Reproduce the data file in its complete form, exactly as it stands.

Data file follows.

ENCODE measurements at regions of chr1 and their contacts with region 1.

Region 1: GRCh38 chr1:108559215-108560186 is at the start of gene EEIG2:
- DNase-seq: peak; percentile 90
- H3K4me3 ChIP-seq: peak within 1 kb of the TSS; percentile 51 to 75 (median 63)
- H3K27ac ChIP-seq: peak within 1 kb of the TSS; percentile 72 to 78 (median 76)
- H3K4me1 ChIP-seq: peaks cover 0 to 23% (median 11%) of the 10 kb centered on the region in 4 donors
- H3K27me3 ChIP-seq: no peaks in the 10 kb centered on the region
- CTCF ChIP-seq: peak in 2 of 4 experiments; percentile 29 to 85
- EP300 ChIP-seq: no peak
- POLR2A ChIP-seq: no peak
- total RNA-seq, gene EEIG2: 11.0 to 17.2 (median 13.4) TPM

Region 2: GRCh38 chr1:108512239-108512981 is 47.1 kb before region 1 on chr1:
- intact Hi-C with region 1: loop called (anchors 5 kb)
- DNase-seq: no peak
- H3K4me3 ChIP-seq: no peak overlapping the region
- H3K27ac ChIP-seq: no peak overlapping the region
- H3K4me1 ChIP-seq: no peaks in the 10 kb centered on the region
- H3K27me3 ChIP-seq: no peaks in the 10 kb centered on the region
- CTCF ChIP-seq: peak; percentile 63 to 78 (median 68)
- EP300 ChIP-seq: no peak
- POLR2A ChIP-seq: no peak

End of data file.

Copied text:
ENCODE measurements at regions of chr1 and their contacts with region 1.

Region 1: GRCh38 chr1:108559215-108560186 is at the start of gene EEIG2:
- DNase-seq: peak; percentile 90
- H3K4me3 ChIP-seq: peak within 1 kb of the TSS; percentile 51 to 75 (median 63)
- H3K27ac ChIP-seq: peak within 1 kb of the TSS; percentile 72 to 78 (median 76)
- H3K4me1 ChIP-seq: peaks cover 0 to 23% (median 11%) of the 10 kb centered on the region in 4 donors
- H3K27me3 ChIP-seq: no peaks in the 10 kb centered on the region
- CTCF ChIP-seq: peak in 2 of 4 experiments; percentile 29 to 85
- EP300 ChIP-seq: no peak
- POLR2A ChIP-seq: no peak
- total RNA-seq, gene EEIG2: 11.0 to 17.2 (median 13.4) TPM

Region 2: GRCh38 chr1:108512239-108512981 is 47.1 kb before region 1 on chr1:
- intact Hi-C with region 1: loop called (anchors 5 kb)
- DNase-seq: no peak
- H3K4me3 ChIP-seq: no peak overlapping the region
- H3K27ac ChIP-seq: no peak overlapping the region
- H3K4me1 ChIP-seq: no peaks in the 10 kb centered on the region
- H3K27me3 ChIP-seq: no peaks in the 10 kb centered on the region
- CTCF ChIP-seq: peak; percentile 63 to 78 (median 68)
- EP300 ChIP-seq: no peak
- POLR2A ChIP-seq: no peak